Haze from Indonesia chokes Singapore
18 June 2013, 13:55
Singapore - Singaporeans rolled back military training, kept
cough-stricken children indoors and considered wearing protective masks to work
on Tuesday after a smoky haze triggered by forest fires in neighbouring
Indonesia caused air pollution to briefly hit its worst level in nearly 16
The Pollutant Standards Index, Singapore's main measure to
determine air quality, crept into the "unhealthy" classification on Monday
as smoke from roaring blazes on Indonesia's Sumatra island drifted across the
sea and cast a gray pall over the city-state's skyscrapers.
The index reached a reading of 155 on Monday night, the
highest level since late 1997, when officials reported a 226 reading.
On Tuesday, the reading mostly hovered between 104 and 123,
still within the "unhealthy" range of between 101 and 200.
Smoke haze is a nearly annual problem for Singapore and its
northern neighbour Malaysia, often beginning in the middle of the year when
farmers in Indonesia seek to clear land cheaply by starting fires. The issue
sometimes strains ties between the countries, with Malaysia and Singapore
urging Indonesia to do more to prevent illegal burning.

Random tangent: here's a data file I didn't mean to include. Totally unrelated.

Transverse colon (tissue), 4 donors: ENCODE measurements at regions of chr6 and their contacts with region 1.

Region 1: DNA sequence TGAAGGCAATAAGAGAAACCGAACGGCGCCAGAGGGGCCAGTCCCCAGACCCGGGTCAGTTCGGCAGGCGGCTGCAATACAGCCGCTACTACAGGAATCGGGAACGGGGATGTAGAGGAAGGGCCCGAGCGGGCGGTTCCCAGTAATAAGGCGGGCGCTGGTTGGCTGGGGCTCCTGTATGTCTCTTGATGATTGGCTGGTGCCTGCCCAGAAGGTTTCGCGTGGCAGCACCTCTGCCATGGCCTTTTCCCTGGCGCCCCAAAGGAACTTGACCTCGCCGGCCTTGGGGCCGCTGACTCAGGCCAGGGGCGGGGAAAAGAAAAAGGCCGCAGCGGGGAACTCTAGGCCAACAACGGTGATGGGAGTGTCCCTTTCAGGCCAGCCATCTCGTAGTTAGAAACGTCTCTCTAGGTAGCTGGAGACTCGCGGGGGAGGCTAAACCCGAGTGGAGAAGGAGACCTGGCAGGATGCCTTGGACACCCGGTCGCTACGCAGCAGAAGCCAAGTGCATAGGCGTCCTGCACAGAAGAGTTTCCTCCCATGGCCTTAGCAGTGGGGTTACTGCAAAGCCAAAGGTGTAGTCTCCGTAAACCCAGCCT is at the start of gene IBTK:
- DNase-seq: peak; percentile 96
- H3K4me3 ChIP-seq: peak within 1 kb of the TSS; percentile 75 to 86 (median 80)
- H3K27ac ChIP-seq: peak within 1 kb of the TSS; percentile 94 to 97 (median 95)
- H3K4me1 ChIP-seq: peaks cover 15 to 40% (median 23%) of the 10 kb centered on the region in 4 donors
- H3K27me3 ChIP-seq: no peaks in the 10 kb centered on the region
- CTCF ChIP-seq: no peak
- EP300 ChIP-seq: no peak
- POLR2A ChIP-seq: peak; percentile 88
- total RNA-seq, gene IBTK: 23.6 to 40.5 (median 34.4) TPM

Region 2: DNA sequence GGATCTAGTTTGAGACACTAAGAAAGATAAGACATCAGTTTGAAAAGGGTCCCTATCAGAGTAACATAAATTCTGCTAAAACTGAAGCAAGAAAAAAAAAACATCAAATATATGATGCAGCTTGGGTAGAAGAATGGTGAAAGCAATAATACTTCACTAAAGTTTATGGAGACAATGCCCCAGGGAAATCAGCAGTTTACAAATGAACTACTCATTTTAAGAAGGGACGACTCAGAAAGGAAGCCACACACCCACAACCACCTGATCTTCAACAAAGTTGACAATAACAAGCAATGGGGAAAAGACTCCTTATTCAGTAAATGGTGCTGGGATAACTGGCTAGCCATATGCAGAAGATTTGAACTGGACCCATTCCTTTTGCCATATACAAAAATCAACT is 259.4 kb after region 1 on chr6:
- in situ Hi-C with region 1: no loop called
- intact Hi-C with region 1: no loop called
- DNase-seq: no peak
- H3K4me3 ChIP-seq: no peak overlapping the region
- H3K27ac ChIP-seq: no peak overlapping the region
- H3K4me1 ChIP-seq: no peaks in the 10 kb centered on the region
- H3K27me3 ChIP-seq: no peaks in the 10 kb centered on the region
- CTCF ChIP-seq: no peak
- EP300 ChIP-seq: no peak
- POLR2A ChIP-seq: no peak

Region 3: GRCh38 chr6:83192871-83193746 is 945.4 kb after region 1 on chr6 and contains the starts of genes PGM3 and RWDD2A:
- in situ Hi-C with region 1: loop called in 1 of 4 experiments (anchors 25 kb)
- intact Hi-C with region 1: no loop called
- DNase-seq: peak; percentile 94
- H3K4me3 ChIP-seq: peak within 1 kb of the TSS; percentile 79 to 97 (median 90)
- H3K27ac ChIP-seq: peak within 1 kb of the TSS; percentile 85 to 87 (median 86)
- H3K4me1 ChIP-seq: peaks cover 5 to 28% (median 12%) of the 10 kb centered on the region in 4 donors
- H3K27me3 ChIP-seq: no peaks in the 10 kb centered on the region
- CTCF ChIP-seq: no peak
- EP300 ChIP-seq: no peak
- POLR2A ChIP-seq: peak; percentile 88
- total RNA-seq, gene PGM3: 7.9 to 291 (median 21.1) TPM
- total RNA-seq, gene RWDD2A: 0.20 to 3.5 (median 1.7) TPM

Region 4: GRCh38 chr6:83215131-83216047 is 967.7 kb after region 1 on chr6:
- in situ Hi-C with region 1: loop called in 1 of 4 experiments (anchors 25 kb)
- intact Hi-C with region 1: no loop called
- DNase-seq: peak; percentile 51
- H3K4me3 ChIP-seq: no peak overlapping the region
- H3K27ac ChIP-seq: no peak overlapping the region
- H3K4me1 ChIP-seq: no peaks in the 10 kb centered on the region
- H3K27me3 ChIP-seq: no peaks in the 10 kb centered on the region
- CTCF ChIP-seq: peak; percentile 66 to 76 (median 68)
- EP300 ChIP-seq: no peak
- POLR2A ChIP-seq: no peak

Malaysia has been only lightly affected so far this year,
with pollution readings in Kuala Lumpur, Malaysia's largest city, not breaching
the unhealthy mark Tuesday. Indonesia has reportedly said part of the current
problem is caused by peat blazes that firefighters are struggling to put out
amid hot, dry weather.
In Singapore, defence ministry spokesperson Colonel Kenneth
Liow said the armed forces have "reduced physical and outdoor training
accordingly" after the pollution index exceeded 100.
Landscaper Hedrick Kwan blamed the haze after his two young
sons started coughing as an acrid smell of burning filled the air.
"When they woke up today, it was worse," he said.
"We usually leave the windows open but now we can't do that because of all
the dust and smoke."
The National Environment Agency has advised Singaporeans,
especially the elderly, young children and people with respiratory problems, to
avoid prolonged exposure outdoors.
Melissa Cheah, a financial sector worker, said her office
has discussed the possibility of advising employees to wear protective face
Singapore's Environment Minister Vivian Balakrishnan said
his agency is offering assistance to Indonesia to put out the forest fires.
Hospitals and clinics are bracing for more patients in the
"Based on what we have seen over the years, when the
haze hits us, it takes about three to four days before we see all these
additional patients coming in for medication," said family physician
Sarani Ng Omar, who expected a rise in asthma-related cases, nasal problems and